Materials and methods

Mouse experiments

K19-C2mE and Gan mice were previously described [7, 38]. In brief, K19-C2mE transgenic mice develop metaplastic hyperplasia that are associated with inflammation by expression of Ptgs2 and Ptges, while Gan mice show gastric tumor development by expression of Ptgs2, Ptges and Wnt1. K19-C2mE mice and C57BL/6 wild-type mice were treated with apocynin (Sigma) in drinking water (80 µg/ml) for 10 weeks from 5 weeks of age or injected intraperitoneally with GKT136901 (AOBIOUS, Gloucester, MA, USA) at 40 mg/kg/day for 3 weeks (n = 10 and 3, respectively). The construction of Noxo1 knockout mice is described in Supplementary Materials and Methods. Compound mutants K19-C2mE Noxo1−/− and control K19-C2mE Noxo1+/+ (n = 3 for each) were examined at 14 weeks of age. The protocol for all animal experiments were approved by the Committee on Animal Experimentation, Kanazawa University, Japan.


Real-time reverse transcription-polymerase chain reaction (RT-PCR)

For expression analysis, total RNA was prepared from the stomach of Gan (n = 9), K19-C2mE (n = 13), and wild-type mice (n = 9) using ISOGEN (Nippon Gene, Tokyo, Japan). For SOX2-target gene analysis using K19-C2mE Noxo1−/− and control mice, gastric epithelial cells were separately collected from frozen tissues by laser microdissection (LMD) on LMD7000 (Leica Microsystems, Wetzlar, Germany). For human tissues, gastric tumors and normal stomach (n = 24) were collected at Kanazawa University Hospital. The protocol for experiment using clinical samples was approved by the Kanazawa University Medical Ethics Committee. At the tissue collection, written informed consent was obtained. Total RNA was reverse-transcribed, then PCR-amplified by SYBR Premix ExTaqII (Takara, Kusatsu, Japan) using an AriaMX Real-Time PCR system (Agilent Technologies, Santa Clara, CA, USA). The PCR primers were purchased from Takara or designed by Universal Probe Library (Roche Diagnostics, Indianapolis, IN, USA). The designed primer sequences are indicated in the Supplementary Materials and Methods.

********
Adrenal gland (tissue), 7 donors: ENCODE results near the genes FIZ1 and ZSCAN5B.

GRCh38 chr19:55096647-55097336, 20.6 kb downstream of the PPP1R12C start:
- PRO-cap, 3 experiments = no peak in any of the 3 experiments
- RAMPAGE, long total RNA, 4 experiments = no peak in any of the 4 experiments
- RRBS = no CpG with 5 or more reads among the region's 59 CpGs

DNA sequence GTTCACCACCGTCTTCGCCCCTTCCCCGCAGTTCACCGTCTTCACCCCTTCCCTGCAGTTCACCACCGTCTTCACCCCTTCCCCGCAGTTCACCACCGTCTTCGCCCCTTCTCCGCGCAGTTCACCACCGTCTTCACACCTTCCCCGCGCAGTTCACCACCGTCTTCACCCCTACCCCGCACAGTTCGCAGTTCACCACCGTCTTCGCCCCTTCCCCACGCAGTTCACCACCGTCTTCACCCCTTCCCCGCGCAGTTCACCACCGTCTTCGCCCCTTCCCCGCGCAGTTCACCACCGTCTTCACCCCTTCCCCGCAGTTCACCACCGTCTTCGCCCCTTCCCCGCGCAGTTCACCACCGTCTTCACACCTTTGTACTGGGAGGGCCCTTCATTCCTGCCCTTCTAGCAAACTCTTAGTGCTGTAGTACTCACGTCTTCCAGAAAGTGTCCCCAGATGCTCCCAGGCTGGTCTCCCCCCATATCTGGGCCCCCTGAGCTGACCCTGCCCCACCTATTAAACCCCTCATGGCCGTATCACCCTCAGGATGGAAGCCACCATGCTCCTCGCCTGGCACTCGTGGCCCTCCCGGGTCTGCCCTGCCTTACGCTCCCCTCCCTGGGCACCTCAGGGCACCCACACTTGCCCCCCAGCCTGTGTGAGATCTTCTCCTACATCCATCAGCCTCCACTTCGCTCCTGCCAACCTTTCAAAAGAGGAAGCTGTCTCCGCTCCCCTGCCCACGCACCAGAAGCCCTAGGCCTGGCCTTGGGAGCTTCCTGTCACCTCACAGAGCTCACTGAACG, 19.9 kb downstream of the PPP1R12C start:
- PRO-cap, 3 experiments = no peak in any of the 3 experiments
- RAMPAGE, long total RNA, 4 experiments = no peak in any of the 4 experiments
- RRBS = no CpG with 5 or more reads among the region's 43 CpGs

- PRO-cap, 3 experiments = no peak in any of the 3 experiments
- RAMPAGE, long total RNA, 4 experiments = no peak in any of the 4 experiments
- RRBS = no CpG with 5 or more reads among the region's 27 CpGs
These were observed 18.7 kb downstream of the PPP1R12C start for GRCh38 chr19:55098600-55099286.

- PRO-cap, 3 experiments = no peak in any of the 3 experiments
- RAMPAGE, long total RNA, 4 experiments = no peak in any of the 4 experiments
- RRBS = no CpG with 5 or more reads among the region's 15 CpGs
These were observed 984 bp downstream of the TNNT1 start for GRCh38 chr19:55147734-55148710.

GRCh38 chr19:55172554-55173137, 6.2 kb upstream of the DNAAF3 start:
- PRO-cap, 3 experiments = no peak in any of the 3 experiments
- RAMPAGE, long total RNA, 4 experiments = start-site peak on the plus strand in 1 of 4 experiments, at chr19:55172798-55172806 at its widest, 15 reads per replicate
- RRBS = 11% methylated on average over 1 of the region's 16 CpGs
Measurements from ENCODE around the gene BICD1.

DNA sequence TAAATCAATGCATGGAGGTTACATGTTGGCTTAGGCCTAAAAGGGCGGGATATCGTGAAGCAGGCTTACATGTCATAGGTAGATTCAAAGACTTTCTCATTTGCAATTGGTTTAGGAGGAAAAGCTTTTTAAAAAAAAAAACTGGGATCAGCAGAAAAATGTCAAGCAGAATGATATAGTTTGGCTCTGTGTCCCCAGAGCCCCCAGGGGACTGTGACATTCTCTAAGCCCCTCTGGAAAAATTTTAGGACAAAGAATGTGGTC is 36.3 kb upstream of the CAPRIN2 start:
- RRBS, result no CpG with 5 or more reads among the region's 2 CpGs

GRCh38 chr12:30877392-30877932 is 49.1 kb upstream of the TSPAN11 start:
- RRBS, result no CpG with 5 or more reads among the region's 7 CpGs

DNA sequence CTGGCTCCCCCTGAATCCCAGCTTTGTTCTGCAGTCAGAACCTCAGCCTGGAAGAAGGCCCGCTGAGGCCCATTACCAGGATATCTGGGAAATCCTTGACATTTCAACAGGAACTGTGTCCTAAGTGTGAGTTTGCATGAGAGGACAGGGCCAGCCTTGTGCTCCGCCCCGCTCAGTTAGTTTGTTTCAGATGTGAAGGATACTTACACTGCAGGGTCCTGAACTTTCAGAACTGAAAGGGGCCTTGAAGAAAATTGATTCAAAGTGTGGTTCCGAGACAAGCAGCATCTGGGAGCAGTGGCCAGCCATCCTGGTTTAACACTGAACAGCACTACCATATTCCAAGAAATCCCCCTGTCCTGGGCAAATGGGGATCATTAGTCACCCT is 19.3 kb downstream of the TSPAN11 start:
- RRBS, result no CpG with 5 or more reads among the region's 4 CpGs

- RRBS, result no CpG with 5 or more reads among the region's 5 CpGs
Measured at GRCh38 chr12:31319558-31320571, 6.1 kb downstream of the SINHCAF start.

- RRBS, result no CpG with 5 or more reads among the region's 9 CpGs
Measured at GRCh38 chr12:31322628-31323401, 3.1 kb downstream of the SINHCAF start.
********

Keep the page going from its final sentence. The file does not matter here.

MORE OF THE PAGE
Human gene expression data analyses

The reads per kilobase per million mapped reads (rpkm) of human gastric cancer RNAseq data (level 3) were downloaded from a public database [21]. The expression data of intestinal-type (n = 170) as well as diffuse-type gastric cancer (n = 65) with matched non-malignant stomach tissues (n = 33) in S11.1a Master Patient Table (https://tcga-data.nci.nih.gov/docs/publications/stad_2014/) were analyzed using the R software program (https://www.R-project.org/).


Histological analysis and immunohistochemistry

Collected stomach tissues were fixed with paraformaldehyde (4%), then embedded in paraffin blocks. Sections at 4 µm thickness were examined after H&E staining. For immunohistochemistry, antibodies for SOX2 (Cell Signaling, Danvers, MA, USA), Ki67 (Dako, Carpinteria, CA, USA), CD44S (Merck, Darmstadt, Germany), H+K+/ATPase (MBL, Nagoya, Japan) and TFF2 (Novocastra, Newcastle, UK) were used. Vectastain Elite Kit (Vector Laboratories, Burlingame, CA, USA) was used for visualization of immunostaining. For labeling indices of Ki67 and SOX2, the number of cells with positive staining was counted in more than 20 independent glands, and the mean numbers were calculated.


In situ hybridization

Noxo1 mRNA was detected via in situ hybridization by an RNAscope 2.5 HD Assay-Brown (Advanced Cell Diagnostics, Hayward, CA, USA). Tissues were fixed with paraformaldehyde (4%), then they were embedded in paraffin blocks. Sections were retrieved in boiling buffer and treated by protease for 30 min, and in situ hybridization was performed according to the manufacturer’s protocol. DapB was used for a negative control.